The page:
Martin's recent post on policy Climate Change is backed up by the publication of a couple of the articles below. Whilst the pieces by serving and former police Tim Hollis (The Times) and Brian Paddick (Mail on Sunday) reveal a singularly stubborn commitment to the war on drugs by completely ignoring the obvious flaws inherent in prohibition, Allan Wall and Silver Donald Cameron present rational positions to suggest that it is the prohibition box itself that is the problem. It is well worth looking at the Hollis and Paddick op-eds to see how supporters of merely tweaking the status quo argue their position by not questioning the overarching regime of criminalisation. It is this unwillingness to think outside of the box that constrains their analysis to effectively rearranging the deck chairs on the Titanic.
- Brian Paddick
"A billion pound fortune buys you many things, it seems, including, as we learned last week, immunity from prosecution for possessing crack, cocaine and heroin."
"First there are tip-offs. These bust big shipments and generate wonderful headlines but barely put a dent in supply. Second are operations against street dealers. They take weeks of police time and, within hours of dealers being taken off the street, others have replaced them.
What has been used, and must be used again, is co-ordinated action to take out entire supply chains from import to street dealer.
I’ve seen it succeed in North London in an operation involving the former National Criminal Intelligence Service (NCIS), the security services, the Met’s Drug Squad and local officers.
With the use of intelligence, undercover officers and street coppering, everyone from importer to street dealer can be identified and prosecuted."
- Tim Hollis
"That’s why I’m in favour of what I call smarter enforcement – involving more intelligence, more research and more dialogue."
Positioning herself somewhere between these two sets of articles is Melanie Reid in the The Times who throws everything but the kitchen sink into the blender and sets it to turbo, without really coming up with a coherent solution, but at least asking some of the right questions:
- Melanie Reid
"At what point do we start to look at legalisation as an exit strategy in a war we cannot win? Is it possible to turn drugs into a health rather than a crime issue? Or should we blame Britain's excess of tolerance for turning it into one of the most drug-blighted countries in Europe? As one leading expert, Neil McKeganey, of Glasgow University, puts it, at what point do we stop regarding illegal drug use as human right, and start seeing drugs as a destructive social cancer?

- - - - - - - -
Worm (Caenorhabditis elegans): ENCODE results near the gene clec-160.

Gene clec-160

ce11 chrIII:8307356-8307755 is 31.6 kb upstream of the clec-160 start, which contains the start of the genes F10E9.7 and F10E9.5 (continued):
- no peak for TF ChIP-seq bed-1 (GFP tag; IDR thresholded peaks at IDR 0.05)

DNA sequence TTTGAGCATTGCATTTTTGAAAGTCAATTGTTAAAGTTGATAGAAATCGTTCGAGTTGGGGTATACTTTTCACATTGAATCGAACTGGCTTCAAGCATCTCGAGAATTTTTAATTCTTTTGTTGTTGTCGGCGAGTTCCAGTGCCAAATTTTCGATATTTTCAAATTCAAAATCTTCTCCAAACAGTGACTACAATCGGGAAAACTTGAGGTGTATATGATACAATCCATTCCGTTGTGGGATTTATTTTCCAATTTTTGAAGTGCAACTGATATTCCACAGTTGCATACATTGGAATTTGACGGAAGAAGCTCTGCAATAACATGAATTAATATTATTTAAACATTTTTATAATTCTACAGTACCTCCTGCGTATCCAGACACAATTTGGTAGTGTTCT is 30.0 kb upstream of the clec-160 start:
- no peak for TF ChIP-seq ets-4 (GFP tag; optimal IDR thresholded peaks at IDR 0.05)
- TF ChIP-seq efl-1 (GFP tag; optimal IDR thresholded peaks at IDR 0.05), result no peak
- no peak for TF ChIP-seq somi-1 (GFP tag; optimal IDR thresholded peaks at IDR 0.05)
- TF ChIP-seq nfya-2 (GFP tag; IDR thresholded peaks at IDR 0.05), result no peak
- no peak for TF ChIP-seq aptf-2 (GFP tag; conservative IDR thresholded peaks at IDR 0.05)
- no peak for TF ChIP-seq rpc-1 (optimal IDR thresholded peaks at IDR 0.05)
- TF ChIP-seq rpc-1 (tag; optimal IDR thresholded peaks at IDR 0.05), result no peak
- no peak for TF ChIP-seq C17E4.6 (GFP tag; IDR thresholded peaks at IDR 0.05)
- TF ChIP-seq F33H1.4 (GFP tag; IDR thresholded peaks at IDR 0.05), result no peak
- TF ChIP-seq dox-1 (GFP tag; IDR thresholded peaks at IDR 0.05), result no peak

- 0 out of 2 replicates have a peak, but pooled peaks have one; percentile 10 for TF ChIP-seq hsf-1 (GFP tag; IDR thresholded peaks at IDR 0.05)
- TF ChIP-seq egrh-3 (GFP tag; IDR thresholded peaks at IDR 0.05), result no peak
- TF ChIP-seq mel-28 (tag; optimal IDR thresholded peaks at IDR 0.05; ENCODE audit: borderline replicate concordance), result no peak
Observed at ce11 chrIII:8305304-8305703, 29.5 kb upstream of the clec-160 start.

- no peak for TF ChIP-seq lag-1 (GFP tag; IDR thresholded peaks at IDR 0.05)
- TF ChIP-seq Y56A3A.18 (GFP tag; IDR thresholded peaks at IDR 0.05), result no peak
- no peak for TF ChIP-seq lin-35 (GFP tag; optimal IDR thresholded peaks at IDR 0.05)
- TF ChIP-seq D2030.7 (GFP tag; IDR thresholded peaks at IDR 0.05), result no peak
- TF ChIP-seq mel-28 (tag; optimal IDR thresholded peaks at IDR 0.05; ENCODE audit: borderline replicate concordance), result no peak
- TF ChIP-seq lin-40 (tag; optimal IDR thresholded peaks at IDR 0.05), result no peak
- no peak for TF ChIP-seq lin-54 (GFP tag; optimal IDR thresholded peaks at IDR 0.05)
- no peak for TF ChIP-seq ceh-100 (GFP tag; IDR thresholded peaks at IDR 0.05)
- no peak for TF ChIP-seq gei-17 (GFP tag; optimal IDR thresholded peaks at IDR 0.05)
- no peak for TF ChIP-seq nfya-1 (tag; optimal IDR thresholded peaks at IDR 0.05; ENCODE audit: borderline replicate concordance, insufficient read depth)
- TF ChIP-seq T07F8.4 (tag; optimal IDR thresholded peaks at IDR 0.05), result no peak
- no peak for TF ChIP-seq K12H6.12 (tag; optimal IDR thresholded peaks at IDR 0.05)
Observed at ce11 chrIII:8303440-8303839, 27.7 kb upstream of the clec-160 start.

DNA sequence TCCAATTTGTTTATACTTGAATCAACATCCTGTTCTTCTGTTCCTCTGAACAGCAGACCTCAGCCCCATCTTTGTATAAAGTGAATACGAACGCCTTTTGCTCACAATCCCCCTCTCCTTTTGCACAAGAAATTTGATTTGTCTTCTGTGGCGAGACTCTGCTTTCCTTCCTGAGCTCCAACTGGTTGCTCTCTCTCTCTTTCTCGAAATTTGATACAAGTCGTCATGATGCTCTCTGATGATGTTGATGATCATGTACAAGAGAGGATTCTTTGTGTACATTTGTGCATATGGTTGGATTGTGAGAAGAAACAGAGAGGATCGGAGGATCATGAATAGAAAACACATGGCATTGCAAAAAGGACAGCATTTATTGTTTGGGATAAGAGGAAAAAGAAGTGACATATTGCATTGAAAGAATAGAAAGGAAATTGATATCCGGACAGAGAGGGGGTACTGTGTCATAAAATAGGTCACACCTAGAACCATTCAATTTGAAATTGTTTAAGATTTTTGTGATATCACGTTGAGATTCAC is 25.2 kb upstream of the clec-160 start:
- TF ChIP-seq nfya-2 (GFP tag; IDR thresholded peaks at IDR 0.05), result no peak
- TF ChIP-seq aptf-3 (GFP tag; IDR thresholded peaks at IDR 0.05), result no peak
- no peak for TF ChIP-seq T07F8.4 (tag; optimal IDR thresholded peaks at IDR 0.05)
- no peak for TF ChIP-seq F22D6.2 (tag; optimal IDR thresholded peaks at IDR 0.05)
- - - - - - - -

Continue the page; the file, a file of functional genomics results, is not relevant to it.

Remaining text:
These are uncomfortable questions for both the Left and the Right but it is time we started asking them. We have to accept that this is no longer an argument about drug availability; this is about the existence of a drug culture that has spread to every corner of society. The poor old police can plug away at reducing supply until they are exhausted, but they cannot begin to address something that undermines them at every turn."
Family Security Matters , (that carries the Allan Wall piece) "is dedicated to men and women who are seeking answers to the most important question of our time: How to keep our families and our country safe and secure. Here you can find the vital information , the understanding and the solutions you need to conquer fear and combat the enemies who threaten our freedom!"
You wouldn't have expected to see this on their website:
- Allan Wall
"Maybe it’s time that our own leaders look the problem squarely in the eye, and ask if drug prohibition is really the right strategy after all.
The issue recalls another historical parallel – the American prohibition of alcohol from 1920-1933. During alcohol prohibition there were powerful gangsters, such as Al Capone and Bugs Moran, who distributed the prohibited substances, and fought with each other and with the U.S. government.
The argument for legalization is that at least it would take the big money out of the drug trade, and drug addicts could be treated as patients and not as criminals.
Legalization is not a perfect solution. The real solution is that people don’t abuse drugs. But whether you have prohibition, legalization, or something in between, it’s likely that there will always be drug abusers. The trick is to stop these addicts from dragging down the rest of our societies with them."
- Silver Donald Cameron
"In short, the law has essentially made itself irrelevant. If anything, the law benefits the business. To a large extent, the industry is profitable precisely because it is illegal. All entrepreneurs take risks, but if the risks include jail time, only the boldest entrepreneurs will enter the business — and they’ll demand a premium for the extra risk.
The net result of our irrational drug policies is that we enrich the criminals and criminalize ordinary citizens. We control tobacco and alcohol far more effectively than we control any illegal drugs. If those are the results we want, these policies are perfect."